Global economic scenario today determines the economic strategies to be adopted by countries. The scenario is so unpredictable and gloomy, countries should focus on economic growth and job creation to maintain balance in the economy and ensure the stability of the economic and financial systems. India has the potential to grow at 8% and all action plans to be adopted by the government could be derived from setting it as the objective.
Financial systems in a country play the role of an anchor in the overall development and any problems in their stability will have a bearing on the overall performance of an economy. The developments in the financial services sector in the last few months was a setback to the Indian economy and the economic growth.
The budget by the Central government is addressing the needs of accelerating the economic growth and bringing back the stability and vibrancy to the financial services industry, which will help to kick-start the process of balanced economic growth. Increasing the liquidity in the economy across the sectors will also help the cause.
The Government has proposed a number of reforms with a strong focus on investment in infrastructure development, digital economy and employment generation in medium and small enterprises by stimulating growth, promoting digitisation, transparency and simplifying tax administration.
The projection for growth of tax collections and the target for growth is one of the lowest in the recent times. There is a need to mobilise resources from new non-conventional sources of funding.
The proposal to examine suggestions on opening foreign direct investment (FDI) in several sectors, including aviation, media, animation and insurance sectors will go a long way in bringing long-term funds to the Indian economy from other parts of the world.
There is a Proposal to merge NRI-Portfolio Investment Scheme Route with the Foreign Portfolio Investment (FPI) Route to provide NRIs with seamless access to Indian equities.
This is a great proposal and by bringing in policies for effective implementation of this scheme, we should be able to keep the interest of FPIs and NRIs in the Indian market and action plans have to be identified for tapping the funds from these sources.
In the railways sector, the proposal is to focus on Public-Private Partnership (PPP) for faster development and completion of tracks, rolling stock manufacturing and delivery of passenger freight service. Indian Railways is one of the largest land owners in India.
Large part of the funds required for development of railways can come from capitalisation of the land bank as well as investment from private partners.
The proposal that Securities and Exchange Board of India (SEBI) will consider increasing the minimum public shareholding in the listed companies from 25% to 35% will force existing companies that are doing well to go to the market for dilution and take away funds required by enterprises which need the funds most. This proposal could be reviewed. As and when the financial system and economic system stabilise, this proposal could be introduced.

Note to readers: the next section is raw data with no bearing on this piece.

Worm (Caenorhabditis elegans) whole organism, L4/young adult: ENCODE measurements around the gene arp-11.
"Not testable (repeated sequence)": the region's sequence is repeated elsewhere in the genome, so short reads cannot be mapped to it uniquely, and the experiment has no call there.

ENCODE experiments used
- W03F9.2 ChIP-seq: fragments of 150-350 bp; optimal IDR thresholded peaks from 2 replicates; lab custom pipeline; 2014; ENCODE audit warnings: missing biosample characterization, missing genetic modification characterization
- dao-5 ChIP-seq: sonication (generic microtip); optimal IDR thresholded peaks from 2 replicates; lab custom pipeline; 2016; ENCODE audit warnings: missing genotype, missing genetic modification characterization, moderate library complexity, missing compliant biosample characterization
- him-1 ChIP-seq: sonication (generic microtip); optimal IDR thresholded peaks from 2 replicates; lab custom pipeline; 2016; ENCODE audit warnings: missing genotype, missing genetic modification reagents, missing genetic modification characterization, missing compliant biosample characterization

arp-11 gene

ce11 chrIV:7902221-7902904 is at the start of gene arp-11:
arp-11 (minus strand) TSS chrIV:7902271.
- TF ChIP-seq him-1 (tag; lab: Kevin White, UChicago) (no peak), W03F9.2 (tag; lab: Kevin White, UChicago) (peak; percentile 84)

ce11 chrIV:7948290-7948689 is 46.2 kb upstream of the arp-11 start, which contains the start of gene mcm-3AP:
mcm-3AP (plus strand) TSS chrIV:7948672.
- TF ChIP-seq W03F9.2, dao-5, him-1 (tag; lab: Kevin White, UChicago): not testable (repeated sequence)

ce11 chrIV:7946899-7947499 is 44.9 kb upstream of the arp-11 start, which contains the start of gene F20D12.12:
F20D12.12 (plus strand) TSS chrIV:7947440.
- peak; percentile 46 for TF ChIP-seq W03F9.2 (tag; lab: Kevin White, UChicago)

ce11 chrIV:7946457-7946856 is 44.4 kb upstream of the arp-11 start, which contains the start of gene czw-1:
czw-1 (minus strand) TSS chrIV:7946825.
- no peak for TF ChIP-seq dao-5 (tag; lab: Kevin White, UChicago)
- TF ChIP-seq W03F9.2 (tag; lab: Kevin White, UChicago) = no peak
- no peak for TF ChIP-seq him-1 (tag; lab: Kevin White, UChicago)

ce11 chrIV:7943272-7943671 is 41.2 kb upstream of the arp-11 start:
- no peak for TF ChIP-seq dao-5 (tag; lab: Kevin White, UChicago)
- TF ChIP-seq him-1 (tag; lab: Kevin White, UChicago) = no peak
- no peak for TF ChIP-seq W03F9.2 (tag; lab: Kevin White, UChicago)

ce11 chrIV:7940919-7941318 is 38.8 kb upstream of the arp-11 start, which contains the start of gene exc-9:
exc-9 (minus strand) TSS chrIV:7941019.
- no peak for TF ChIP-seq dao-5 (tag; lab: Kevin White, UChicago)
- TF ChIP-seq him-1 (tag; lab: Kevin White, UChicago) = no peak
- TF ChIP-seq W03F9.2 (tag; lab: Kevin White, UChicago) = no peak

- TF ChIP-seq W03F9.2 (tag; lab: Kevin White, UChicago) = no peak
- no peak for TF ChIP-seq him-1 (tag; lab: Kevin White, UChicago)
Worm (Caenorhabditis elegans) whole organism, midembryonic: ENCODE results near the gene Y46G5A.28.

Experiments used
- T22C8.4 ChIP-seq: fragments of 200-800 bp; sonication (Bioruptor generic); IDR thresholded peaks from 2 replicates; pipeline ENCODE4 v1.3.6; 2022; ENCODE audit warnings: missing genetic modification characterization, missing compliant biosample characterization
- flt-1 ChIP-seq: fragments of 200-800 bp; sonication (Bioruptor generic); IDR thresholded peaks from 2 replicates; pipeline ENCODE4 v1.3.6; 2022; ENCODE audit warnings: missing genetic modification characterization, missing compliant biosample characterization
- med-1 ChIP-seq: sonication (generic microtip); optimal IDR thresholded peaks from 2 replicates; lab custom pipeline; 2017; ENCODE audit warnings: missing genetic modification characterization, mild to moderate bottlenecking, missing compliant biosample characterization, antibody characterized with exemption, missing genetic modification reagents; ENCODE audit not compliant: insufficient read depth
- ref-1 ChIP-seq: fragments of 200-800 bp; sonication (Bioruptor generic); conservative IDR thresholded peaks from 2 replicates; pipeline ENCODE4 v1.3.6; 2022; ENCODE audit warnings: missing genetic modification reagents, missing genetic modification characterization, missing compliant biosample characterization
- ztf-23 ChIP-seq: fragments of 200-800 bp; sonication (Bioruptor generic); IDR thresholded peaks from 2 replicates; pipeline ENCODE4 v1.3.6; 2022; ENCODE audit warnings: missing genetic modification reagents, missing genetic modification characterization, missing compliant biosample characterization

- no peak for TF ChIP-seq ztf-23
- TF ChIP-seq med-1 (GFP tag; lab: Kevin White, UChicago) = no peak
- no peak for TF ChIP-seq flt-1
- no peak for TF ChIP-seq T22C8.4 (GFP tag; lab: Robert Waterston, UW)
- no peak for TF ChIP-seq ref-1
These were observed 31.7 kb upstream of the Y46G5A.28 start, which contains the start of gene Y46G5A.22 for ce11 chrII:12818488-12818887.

Few of the proposals in the budget also resulted in investors turning positive towards investment in debt and negative in investing in equity. A survey could be done on investor sentiments and required amendments could be made in the proposals so that their sentiment in stocks and stock markets come back to normal levels. When we are planning to increase the level of financial intermediation, there is need to make investments in financial instruments attractive.
To continue the policy of disinvestment in non-financial public sector undertakings and consider holding less than 51% stake in such undertakings on a case-to-case basis is a brilliant proposal. Most of the PSUs hold valuable property. Companies like MTNL have assets which are highly valuable compared to the debt they have.
Before such dilution, the scope for capitalising the assets through REIT/InviT Structure could be looked at apart from sale of some of the prime properties in the large cities.
In many cases, capitalising the prime property will make sick companies very healthy. The Government plans to invest INR 100 trillion on infrastructure in the next five years.
An expert committee is to be set up to study the current situation relating to long-term finance and India’s past experience with Development Finance Institutions (DFIs), and recommend the structure and required flow of funds through DFIs.
Another promising proposal is to launch a scheme to invite global companies to set up mega-manufacturing plants in advanced technology and provide them investment linked income tax exemptions under section 35AD of the Income Tax Act, 1961, and other indirect tax benefits.
In the last few years, the capital investment in the economy witnessed a sharp decline and especially in the private sector, there was very less capital investment. In the last few months, the capacity utilisation has come down below 70% after crossing 75% a few months back.
This was also partly due to consumer expenditure declining in sectors like auto and housing, which were mainly relying on external funds. The banking credit flow to many sectors are also developed.
There is a need to boost the consumer sentiment which will help to shore up the demand for many products. This will help to increase the capex in several sectors.
The policies proposed in the budget will go a long way in boosting the sentiment of investors, consumers and corporates. To realise the full potential, effective implementation, continuous monitoring of the impact of implementing the policies and bringing fast course corrective actions during implementation will go a long way achieving the objectives set by the government.
R Kannan is Head, Corporate Performance Management, Hinduja Group. The views are personal.